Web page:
Google: Yo, I Got Yer Office 2010 Upgrade Right Here
Office 2010, the long-awaited “cloud” version of Microsoft’s Office productivity suite, arrived at market today amid some measured trash-talking from Google. In an anomalous post on the search giant’s Enterprise Blog Tuesday, Google Enterprise Product Management Director Matthew Glotzbach advised against purchasing the software, arguing users would be better served by, you guessed it, Google Docs.
“If you’re considering upgrading Office with Office, we’d encourage you to consider an alternative: upgrading Office with Google Docs,” Glotzbach advised.
“If you choose this path,” he explained, “upgrade means what it’s supposed to mean: effortless, affordable, and delivering a remarkable increase in employee productivity. This is a refreshing alternative to the expensive and laborious upgrades to which IT professionals have become accustomed.”
Fascinating counsel, coming from a company that just a few years ago was insisting that it had no plans whatsoever to compete with Microsoft’s (MSFT) core PC software business, even as it rolled out the pieces of its own hosted desktop productivity suite.
In any event, much as Google (GOOG) claims its efforts are a match for Office, particularly Office 2010, which allows people to edit and collaborate on documents and presentations on the Web, market research says they aren’t perceived that way. And in all likelihood, Microsoft’s 94 percent share of the productivity software market (Gartner) will remain unshaken for some time to come.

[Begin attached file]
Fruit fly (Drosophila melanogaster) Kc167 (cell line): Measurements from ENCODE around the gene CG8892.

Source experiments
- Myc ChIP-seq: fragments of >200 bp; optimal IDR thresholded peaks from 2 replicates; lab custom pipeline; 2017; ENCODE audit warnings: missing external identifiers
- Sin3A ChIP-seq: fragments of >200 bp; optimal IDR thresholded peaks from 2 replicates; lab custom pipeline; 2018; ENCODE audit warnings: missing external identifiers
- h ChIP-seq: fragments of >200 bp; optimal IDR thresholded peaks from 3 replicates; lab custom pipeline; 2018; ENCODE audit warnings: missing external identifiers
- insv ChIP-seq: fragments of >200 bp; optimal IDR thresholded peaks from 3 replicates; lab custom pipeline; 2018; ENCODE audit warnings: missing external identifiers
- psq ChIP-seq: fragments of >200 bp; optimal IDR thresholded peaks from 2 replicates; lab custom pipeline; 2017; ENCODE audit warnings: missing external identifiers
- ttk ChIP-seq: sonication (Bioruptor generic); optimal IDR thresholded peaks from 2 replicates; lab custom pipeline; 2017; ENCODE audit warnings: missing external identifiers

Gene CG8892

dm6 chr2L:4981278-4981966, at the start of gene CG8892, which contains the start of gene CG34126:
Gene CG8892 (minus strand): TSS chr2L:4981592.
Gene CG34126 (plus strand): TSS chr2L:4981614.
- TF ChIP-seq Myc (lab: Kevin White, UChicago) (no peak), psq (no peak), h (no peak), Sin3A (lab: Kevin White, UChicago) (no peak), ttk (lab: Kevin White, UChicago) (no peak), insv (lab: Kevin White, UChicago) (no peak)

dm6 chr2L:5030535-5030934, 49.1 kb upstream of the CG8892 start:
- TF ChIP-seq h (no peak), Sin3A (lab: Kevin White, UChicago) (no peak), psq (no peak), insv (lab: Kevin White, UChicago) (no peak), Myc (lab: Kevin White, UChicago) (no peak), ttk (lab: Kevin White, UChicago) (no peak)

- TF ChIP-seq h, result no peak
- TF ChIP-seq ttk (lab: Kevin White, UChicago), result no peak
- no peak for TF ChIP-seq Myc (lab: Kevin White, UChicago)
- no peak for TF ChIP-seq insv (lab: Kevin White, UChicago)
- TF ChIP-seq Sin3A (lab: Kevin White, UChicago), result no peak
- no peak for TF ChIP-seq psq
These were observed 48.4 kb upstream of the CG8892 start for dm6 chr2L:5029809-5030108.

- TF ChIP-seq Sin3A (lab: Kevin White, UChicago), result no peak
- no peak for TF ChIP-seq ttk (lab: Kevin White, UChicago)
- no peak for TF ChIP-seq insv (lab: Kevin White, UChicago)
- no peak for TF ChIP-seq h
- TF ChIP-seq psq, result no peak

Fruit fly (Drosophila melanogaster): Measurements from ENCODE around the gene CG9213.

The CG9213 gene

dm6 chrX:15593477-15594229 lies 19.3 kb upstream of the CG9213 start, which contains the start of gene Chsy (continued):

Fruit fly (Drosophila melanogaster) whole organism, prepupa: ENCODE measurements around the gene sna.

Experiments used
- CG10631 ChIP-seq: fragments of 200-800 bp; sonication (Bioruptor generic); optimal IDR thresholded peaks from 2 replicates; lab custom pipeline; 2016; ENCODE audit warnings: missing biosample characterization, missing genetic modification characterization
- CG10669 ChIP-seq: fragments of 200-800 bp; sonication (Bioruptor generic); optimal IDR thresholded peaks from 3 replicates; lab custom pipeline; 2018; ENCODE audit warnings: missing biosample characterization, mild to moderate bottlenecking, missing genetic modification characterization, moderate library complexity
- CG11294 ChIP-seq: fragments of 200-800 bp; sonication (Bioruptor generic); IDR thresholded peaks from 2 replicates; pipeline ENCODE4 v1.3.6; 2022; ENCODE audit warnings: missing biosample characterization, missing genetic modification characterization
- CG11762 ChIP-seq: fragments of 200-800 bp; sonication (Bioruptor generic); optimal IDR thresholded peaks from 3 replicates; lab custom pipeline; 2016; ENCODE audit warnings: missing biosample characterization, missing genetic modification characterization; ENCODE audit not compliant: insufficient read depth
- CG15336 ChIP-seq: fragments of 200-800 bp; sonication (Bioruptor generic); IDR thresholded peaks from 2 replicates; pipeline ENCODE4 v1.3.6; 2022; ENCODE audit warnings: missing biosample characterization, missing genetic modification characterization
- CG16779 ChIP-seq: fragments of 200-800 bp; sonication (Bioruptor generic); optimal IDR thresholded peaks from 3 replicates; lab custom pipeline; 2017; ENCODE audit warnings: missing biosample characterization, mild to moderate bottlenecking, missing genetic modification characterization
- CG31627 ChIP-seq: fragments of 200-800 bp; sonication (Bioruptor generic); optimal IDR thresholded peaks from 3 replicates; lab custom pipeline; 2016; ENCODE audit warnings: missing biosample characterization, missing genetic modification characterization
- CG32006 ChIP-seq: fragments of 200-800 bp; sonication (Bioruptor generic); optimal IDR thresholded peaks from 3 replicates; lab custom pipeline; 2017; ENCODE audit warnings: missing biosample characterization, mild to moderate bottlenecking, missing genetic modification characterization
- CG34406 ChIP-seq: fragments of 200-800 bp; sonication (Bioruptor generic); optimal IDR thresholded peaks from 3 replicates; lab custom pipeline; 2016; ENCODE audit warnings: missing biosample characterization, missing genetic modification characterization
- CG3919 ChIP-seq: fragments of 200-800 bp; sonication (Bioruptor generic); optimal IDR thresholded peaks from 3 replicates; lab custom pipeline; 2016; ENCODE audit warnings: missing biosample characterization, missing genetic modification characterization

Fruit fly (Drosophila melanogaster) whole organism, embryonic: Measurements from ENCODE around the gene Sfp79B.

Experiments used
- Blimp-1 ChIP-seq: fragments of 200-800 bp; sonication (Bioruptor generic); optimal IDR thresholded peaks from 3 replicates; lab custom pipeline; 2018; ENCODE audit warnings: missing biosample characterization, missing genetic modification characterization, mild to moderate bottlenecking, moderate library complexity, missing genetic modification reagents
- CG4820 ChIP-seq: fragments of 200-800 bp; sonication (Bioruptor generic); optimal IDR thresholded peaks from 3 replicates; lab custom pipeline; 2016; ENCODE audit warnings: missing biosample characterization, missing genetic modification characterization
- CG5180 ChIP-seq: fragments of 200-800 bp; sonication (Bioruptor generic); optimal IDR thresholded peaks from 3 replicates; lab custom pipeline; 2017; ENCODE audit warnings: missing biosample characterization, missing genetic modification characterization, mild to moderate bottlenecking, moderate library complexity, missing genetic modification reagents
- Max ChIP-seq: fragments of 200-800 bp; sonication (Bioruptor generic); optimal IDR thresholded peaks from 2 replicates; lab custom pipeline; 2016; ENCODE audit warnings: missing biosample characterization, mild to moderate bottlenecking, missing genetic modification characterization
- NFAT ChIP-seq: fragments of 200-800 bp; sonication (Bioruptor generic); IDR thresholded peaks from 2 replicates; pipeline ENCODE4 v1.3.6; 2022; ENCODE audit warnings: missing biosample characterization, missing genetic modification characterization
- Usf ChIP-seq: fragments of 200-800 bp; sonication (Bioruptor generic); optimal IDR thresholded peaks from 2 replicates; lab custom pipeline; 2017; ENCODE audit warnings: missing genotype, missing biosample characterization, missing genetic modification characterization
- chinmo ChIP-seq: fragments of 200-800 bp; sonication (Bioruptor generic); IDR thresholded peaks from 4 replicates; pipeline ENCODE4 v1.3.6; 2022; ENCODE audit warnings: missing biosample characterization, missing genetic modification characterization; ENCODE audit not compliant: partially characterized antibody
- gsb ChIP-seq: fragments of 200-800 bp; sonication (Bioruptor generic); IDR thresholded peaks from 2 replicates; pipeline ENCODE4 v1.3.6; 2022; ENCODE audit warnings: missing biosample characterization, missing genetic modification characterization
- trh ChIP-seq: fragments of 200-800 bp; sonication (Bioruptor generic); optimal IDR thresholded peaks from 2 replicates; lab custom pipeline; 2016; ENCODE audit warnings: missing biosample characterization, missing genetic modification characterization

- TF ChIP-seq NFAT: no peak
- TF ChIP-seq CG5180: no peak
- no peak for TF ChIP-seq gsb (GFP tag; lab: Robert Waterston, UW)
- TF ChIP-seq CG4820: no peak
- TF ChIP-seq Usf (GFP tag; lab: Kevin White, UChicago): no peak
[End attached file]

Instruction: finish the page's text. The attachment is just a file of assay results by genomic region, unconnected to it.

To wit, a survey from Forrester Research (FORR) released on the eve of the Office 2010 launch shows quite clearly that Microsoft has little to worry about from Google Apps. Of the 115 North American and European enterprise and SMB decision makers the research house contacted, 81 percent said they use Office 2007, while four percent said they use Google’s productivity offerings. And one third said they plan to upgrade to Office 2010 in the next year.
Microsoft Office is familiar, and, in many cases, an upgrade to Office 2010 was included in their licenses (click on chart below to enlarge).
So while Google Docs might represent, as the search sovereign argues, “a real alternative for companies: a chance to get the collaboration features you need today and end the endless cycle of ‘upgrades,'” the market doesn’t yet much care. Yet. And that’s all that really matters.
Says Forrester: “The alternatives to Microsoft Office today do not meet the needs of the enterprises Forrester surveyed. Common end user barriers to adoption of alternatives include lack of required functionality, third-party integration requirements, user acceptance, lack of seamless interoperability with Office, and legacy content support needs. These gaps will be bridged in the coming years as Google, OpenOffice.org, and others mature.”